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Page last updated
27 July 2021

Frequently Asked Rhetorical Questions (FARQ) about MUSSELp Cladomics Pages

What is cladomics?

Cladomics is a relatively new feature of the MUSSEL Project Web Site. The cladome is the set of all the clades for a particular focal taxon. For this site, the cladome refers to the set of clades among the available phylogenetic studies relevant to valid (i.e., currently recognized) freshwater mussel genera and family-group level taxa.

What are the data that are the basis for the MUSSELp cladomics pages?

We maintain a database of the branching topologies of phylogenetic trees with freshwater mussel taxa represented among the terminals. (Other taxa may be incidentally represented as well, but the intention at the time of this typing is to capture data on freshwater mussels.) A cladogram (= phylogenetic tree) is recognized by its unique combination of a publication code and a figure number from that publication. A publication may have multiple cladograms.

Each terminal or internal node is assigned a globally unique key (clade_id). The tree topology is simply stored as a list of nodes and the parent node from which each descends. The root of the tree is simply the deepest node, lacking a parent.

Each terminal node is assigned the corresponding unique identifier of the nominal species or nominal genus in the MUSSELp database. Thus, as taxonomy is updated, the taxonomy of the cladogram is updated as well.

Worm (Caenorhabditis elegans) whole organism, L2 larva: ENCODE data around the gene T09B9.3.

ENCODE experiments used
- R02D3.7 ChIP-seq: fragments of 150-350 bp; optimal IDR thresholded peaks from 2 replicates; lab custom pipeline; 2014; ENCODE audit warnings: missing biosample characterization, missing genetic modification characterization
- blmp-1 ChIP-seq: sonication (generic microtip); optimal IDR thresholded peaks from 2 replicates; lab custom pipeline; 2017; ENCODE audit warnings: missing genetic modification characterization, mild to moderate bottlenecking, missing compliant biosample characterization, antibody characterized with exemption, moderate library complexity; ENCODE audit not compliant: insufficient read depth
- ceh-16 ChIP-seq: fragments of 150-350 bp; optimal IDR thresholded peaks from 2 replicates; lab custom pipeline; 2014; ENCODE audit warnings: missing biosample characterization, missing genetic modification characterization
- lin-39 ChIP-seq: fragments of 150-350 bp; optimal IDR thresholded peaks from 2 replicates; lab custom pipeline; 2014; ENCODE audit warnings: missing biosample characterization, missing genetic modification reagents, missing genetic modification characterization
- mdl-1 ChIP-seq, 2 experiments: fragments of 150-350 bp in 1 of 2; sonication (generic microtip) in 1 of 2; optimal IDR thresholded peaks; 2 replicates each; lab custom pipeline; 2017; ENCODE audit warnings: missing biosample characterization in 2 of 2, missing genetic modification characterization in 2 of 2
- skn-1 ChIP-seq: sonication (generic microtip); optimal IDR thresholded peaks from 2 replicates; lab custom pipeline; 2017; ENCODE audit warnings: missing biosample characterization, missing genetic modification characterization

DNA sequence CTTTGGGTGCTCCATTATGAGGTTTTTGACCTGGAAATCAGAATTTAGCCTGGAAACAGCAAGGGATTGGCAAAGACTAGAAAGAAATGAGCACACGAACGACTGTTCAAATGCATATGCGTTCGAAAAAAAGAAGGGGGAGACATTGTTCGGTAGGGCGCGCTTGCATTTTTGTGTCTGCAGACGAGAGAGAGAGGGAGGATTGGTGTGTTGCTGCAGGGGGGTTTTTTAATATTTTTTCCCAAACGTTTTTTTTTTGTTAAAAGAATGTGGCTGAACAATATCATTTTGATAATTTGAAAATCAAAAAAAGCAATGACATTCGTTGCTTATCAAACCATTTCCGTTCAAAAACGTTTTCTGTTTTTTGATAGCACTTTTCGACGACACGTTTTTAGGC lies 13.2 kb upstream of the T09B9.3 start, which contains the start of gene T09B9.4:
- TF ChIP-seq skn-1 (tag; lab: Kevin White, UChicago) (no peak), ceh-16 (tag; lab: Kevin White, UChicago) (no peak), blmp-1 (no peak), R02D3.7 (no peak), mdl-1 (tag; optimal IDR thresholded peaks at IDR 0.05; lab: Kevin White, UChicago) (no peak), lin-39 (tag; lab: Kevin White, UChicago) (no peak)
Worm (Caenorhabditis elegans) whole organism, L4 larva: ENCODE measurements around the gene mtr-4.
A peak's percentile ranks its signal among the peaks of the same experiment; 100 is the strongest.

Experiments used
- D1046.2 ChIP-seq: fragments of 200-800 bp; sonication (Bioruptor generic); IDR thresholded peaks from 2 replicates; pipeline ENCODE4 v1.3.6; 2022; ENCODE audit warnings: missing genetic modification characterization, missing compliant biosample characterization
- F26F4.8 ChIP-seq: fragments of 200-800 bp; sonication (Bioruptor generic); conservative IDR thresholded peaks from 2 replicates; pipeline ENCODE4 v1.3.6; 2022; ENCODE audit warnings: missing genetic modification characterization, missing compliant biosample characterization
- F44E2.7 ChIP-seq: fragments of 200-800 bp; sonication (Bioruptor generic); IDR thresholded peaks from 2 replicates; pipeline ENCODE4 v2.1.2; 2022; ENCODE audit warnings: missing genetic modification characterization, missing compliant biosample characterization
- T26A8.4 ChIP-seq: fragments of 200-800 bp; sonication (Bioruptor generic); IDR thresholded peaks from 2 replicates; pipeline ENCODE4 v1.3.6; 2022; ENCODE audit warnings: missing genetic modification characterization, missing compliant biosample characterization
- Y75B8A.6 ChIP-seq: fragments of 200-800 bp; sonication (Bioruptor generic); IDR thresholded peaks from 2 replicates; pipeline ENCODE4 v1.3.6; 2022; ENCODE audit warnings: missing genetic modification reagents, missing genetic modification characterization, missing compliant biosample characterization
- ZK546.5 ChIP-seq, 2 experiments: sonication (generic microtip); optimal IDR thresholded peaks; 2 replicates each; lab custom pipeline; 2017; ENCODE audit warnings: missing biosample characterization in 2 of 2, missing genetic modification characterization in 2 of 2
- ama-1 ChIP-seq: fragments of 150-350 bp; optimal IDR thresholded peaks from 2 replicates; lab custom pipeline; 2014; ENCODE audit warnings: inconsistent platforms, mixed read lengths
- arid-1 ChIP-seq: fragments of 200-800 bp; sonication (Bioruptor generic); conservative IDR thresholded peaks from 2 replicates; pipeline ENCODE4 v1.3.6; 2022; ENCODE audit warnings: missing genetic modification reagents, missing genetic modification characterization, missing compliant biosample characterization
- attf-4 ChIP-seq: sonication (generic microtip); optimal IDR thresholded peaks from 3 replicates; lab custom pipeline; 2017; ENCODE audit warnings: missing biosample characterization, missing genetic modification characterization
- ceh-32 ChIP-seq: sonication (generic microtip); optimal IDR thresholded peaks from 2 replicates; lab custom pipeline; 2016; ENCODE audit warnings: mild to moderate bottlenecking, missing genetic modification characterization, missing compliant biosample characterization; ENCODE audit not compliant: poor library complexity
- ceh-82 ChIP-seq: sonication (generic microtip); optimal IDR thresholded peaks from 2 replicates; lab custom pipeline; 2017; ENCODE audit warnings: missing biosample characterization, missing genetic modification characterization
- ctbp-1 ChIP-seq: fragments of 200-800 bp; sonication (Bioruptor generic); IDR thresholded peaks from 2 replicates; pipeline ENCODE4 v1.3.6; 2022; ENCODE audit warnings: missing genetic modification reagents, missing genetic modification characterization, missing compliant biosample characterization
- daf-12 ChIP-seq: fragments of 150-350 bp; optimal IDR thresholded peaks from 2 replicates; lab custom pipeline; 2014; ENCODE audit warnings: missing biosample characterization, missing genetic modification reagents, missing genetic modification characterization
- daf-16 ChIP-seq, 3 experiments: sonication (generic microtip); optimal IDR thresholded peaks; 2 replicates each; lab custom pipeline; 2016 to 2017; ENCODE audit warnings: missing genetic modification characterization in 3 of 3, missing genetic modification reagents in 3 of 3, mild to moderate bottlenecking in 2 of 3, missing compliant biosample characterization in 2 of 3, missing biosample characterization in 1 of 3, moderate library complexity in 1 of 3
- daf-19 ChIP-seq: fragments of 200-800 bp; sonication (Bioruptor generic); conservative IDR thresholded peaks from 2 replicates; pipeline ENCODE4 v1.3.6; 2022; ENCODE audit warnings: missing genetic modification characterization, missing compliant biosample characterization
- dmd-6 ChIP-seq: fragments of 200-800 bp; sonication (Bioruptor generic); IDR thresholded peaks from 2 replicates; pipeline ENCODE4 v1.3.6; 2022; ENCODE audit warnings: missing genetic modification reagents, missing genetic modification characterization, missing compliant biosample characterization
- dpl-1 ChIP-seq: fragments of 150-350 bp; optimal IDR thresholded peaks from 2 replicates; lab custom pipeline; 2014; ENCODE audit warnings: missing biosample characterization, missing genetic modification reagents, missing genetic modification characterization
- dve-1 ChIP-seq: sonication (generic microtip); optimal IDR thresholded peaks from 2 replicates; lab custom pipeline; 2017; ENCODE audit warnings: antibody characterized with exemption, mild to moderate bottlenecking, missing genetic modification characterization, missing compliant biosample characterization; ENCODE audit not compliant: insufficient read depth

What software is used to handle cladomic data?

The data are captured and managed in FileMaker Pro Advanced, like the MUSSELpdb generally. For analysis, the data fields are exported as tab-delimited text, and custom Python 3.x.x scripts are used to make the cladomic reports for each taxon.

What information is presented in the cladomics report associated with a particular taxon?

The objective at this time is to simply list the topologies relevant to the focal genus, tribe, subfamily, etc. in question and the publications that report those topologies. These are sorted according to relevance.

For any genus or family-group level taxon to have a cladome to report, there must be publications that included at least one species classified in that taxon according to the MUSSELpdb. If there is more than one species (or genus) terminal classified in the taxon, then a topology showing the relationships among those terminals is also depicted.

Huh?

Consider the Lampsilini in Graf & Cummings (2006).